Everton off-field problems run so deep they cannot even afford delusions anymore

Steven Chicken
A view of Goodison Park
Everton have avoided relegation but their troubles might only just be starting

It must be a chilling realisation for Everton fans to have lived through what they have over the past three years and yet still know that this might be as good as it gets for them for the foreseeable future.

Sean Dyche admirably led his limited side well clear of the relegation zone weeks ago, overcoming points deductions and a troubling run of post-Christmas form to make Everton into one of the form sides of the final furlong of the Premier League season.

Everton facing up to harsh realities of long, difficult future

But as we all know, the problems might just be starting. More points deductions could be on the way for next season, and the takeover that looked like it might be their salvation could yet prove to be their ruin.

Out of sheer necessity, Everton have borrowed more than £200m from 777 Partners in expectation of a takeover that now looks like it might not even happen, thanks to 777’s other business interests going into peril. Both the Everton Shareholders’ Association and their Fan Advisory Board have called for the deal to be nixed and the process of finding new ownership to start anew.

Even if that debt ends up being covered by current owner Farhad Moshiri, or some other payment plan is agreed – and reports have suggested 777 cannot simply ask for it all back in one go – it is not the end of their debts. They owe yet more hundreds of millions besides, and have reportedly called in insolvency advisors to try and plot the best way forward. Going into administration is a real possibility unless they can finagle an alternative route out.

You almost certainly know all of this already, but it bears reminding ourselves of just how serious their woes are – and how it could impact their fortunes on the pitch.

The only previous Premier League club to have ever gone into administration were Portsmouth, back in 2010. Fourteen years later, their road to recovery from falling precipitously into League Two has only extended so far as their winning promotion back to the Championship this season.

Since Portsmouth, a further seven EFL clubs have gone into administration. Of those seven, only Port Vale – then in League Two – have been able to avoid getting relegated to a lower level in the years that followed. In the hyper-competitive Premier League, is it realistic to expect that Everton could fight those kinds of odds?

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The club will be clinging on to hope that it may not come to that, but even in a best case – if they found a new owner tomorrow, which may not be impossible if MSP Sports Capital’s reported interest is indeed a viable goer – the necessary paperwork and approvals that need to be sorted out would take Everton most or all of the way through the summer transfer window and into the new season.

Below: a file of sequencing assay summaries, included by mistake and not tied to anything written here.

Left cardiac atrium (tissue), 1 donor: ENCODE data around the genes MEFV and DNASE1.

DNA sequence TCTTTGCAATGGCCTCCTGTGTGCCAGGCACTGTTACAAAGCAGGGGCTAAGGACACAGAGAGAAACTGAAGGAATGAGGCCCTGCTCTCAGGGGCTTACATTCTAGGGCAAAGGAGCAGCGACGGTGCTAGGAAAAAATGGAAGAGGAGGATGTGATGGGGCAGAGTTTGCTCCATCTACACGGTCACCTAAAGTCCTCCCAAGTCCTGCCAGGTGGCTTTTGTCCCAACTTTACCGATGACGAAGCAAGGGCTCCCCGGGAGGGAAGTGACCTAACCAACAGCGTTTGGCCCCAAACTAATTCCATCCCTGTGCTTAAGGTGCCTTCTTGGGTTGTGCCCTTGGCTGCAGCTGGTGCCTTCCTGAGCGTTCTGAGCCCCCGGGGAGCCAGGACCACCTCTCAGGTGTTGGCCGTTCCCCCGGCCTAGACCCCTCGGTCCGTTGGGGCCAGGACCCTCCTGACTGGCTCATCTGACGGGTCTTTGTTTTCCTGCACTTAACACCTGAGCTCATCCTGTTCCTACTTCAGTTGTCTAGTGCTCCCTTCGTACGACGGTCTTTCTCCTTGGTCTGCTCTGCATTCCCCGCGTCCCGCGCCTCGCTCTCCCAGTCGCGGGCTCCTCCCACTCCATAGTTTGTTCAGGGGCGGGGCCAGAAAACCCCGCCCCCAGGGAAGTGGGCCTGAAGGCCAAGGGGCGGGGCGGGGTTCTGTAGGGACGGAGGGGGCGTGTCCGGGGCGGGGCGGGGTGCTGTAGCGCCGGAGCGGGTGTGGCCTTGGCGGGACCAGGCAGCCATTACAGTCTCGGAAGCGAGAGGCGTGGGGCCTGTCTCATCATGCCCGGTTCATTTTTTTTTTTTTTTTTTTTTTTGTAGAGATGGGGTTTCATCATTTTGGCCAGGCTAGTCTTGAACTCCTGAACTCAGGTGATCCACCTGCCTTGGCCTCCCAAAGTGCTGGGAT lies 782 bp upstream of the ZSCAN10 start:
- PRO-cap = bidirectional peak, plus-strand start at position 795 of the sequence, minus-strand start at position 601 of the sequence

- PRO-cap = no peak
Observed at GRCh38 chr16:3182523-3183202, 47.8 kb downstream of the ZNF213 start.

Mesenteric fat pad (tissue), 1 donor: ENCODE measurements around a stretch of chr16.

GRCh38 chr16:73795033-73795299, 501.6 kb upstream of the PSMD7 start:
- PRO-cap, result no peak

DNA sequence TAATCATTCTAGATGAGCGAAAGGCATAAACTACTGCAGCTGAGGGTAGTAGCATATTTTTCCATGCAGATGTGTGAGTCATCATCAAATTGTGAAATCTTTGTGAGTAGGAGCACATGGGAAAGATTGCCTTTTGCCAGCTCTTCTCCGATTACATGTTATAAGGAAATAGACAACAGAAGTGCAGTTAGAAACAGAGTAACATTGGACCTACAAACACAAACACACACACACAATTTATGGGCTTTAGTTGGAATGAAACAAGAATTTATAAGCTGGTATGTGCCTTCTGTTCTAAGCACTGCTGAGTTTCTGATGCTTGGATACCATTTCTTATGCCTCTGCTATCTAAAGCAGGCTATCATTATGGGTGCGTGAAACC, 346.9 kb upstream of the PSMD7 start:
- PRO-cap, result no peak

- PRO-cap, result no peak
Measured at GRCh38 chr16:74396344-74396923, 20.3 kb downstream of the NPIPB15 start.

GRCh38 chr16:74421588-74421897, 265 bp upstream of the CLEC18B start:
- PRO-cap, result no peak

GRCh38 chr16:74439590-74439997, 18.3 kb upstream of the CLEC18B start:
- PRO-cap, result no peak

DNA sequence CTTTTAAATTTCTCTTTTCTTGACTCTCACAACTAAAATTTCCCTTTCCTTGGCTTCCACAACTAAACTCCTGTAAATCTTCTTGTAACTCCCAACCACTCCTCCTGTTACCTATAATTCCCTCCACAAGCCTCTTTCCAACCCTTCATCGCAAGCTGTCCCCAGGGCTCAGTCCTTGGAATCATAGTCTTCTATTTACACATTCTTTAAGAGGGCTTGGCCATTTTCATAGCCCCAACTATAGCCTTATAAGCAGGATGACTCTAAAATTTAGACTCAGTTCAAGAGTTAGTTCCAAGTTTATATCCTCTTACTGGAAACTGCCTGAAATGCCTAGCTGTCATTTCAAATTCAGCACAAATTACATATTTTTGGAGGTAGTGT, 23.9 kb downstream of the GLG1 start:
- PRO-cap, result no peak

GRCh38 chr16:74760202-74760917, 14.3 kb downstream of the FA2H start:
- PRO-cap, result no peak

After their experience with 777, they cannot go about conducting business as usual: they will have to cut their cloth one way or the other.

Everton have made no attempt to disguise that reality. While most clubs like to kick off their summers by talking about being ambitious, about having a vision, about having a plan to improve the team, Everton have already moved to set the expectations for this summer appropriately low.

“The reality is, given the regulations in place and the Club’s current financial position, we have to trade well,” wrote director of football Kevin Thelwell in an open letter to the club’s fans last week, fulfilling the bizarre football club house style for capitalising the letter ‘c’ on ‘Club’ like he’s writing an HR handbook.

“Working within such tight financial parameters makes the job extremely difficult. Whilst we want to ensure that the team is as competitive as possible, we cannot lose sight of our central objective to protect the long-term stability of the Club.

“That does mean that players will be sold, and also that every tool at our disposal will be used to secure new additions to the squad, including utilisation of the loan market. Both Sean [Dyche] and I understand the responsibility we have – and that is a responsibility which has to be our priority. That may not be exciting to hear but, under our current circumstances, it is the right thing for Everton.”

And boy is it going to be difficult. The loan market would only extend so far for a start, with Premier League clubs only allowed to take in seven senior loanees at any one time, only two of which can be from other Premier League clubs.

Any recruitment they do will be difficult. Their wage bill would naturally be extremely limited, and it would take a certain kind of character or a certain level of desperation for players to be talked into jumping aboard a sinking ship.

Their intentions to sell their prize assets will naturally weaken the team, but there is a very real prospect of having to make pragmatic decisions when it comes to their valuation for their most valuable players.

Clubs in this kind of position have historically run into trouble securing moves for everyone they consider dispensable, too; there is never any guarantee that the personal terms those players are offered will be sufficient for some to simply say “nah, I’ll sit on my current contract, thanks” – even if that is something of a calculated risk on their part.

At least, for the time being, Everton are being somewhat honest with themselves about what needs to happen – but then, their problems simply run so deep that they can’t even afford delusions anymore.